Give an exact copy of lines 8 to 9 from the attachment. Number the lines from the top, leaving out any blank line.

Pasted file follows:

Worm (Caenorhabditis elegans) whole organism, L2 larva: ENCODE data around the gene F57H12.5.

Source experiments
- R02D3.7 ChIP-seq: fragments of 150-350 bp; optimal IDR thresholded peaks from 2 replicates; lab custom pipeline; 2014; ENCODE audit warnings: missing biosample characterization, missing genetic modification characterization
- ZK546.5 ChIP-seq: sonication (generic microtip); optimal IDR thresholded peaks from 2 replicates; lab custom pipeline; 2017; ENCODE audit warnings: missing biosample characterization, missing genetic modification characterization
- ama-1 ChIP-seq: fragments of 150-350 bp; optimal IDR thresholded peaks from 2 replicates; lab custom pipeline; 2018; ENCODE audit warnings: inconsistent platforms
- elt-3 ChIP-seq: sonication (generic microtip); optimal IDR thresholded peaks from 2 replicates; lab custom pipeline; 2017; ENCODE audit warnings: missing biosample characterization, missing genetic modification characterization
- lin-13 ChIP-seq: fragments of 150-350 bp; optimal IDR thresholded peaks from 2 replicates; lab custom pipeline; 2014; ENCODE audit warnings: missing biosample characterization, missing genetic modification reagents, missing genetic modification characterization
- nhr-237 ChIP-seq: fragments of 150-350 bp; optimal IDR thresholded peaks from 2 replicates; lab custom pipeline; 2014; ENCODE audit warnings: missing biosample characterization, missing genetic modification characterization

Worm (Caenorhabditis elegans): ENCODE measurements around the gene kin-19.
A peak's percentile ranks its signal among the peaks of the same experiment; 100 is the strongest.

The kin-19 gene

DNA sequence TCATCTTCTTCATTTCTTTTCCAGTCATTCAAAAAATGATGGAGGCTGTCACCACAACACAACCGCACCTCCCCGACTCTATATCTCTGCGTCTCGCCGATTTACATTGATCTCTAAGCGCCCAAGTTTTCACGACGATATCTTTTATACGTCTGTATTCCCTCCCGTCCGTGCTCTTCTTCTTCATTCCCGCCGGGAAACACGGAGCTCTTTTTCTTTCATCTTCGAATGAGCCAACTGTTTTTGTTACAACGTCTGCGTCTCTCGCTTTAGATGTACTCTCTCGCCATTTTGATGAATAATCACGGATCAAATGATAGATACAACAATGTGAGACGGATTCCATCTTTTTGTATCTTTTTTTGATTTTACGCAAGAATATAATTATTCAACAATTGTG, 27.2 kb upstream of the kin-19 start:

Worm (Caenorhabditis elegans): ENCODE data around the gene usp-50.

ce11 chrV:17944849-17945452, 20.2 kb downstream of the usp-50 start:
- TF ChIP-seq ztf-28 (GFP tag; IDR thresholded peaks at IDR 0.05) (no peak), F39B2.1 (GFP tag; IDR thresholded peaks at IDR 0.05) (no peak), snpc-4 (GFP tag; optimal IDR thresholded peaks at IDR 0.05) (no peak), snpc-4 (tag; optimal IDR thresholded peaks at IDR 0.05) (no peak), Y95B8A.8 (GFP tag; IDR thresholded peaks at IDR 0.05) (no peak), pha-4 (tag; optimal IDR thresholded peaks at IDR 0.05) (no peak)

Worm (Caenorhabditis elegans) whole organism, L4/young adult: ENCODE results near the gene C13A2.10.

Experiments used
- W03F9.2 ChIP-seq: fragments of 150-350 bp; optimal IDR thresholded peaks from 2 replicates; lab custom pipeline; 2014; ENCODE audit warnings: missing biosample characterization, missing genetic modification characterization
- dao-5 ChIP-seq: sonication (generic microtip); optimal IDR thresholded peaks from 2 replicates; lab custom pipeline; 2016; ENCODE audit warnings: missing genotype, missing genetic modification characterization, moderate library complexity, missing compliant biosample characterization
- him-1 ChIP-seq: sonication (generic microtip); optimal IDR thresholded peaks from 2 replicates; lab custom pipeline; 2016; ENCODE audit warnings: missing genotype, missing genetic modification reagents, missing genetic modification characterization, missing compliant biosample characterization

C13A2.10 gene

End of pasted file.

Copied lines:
- nhr-237 ChIP-seq: fragments of 150-350 bp; optimal IDR thresholded peaks from 2 replicates; lab custom pipeline; 2014; ENCODE audit warnings: missing biosample characterization, missing genetic modification characterization

Worm (Caenorhabditis elegans): ENCODE measurements around the gene kin-19.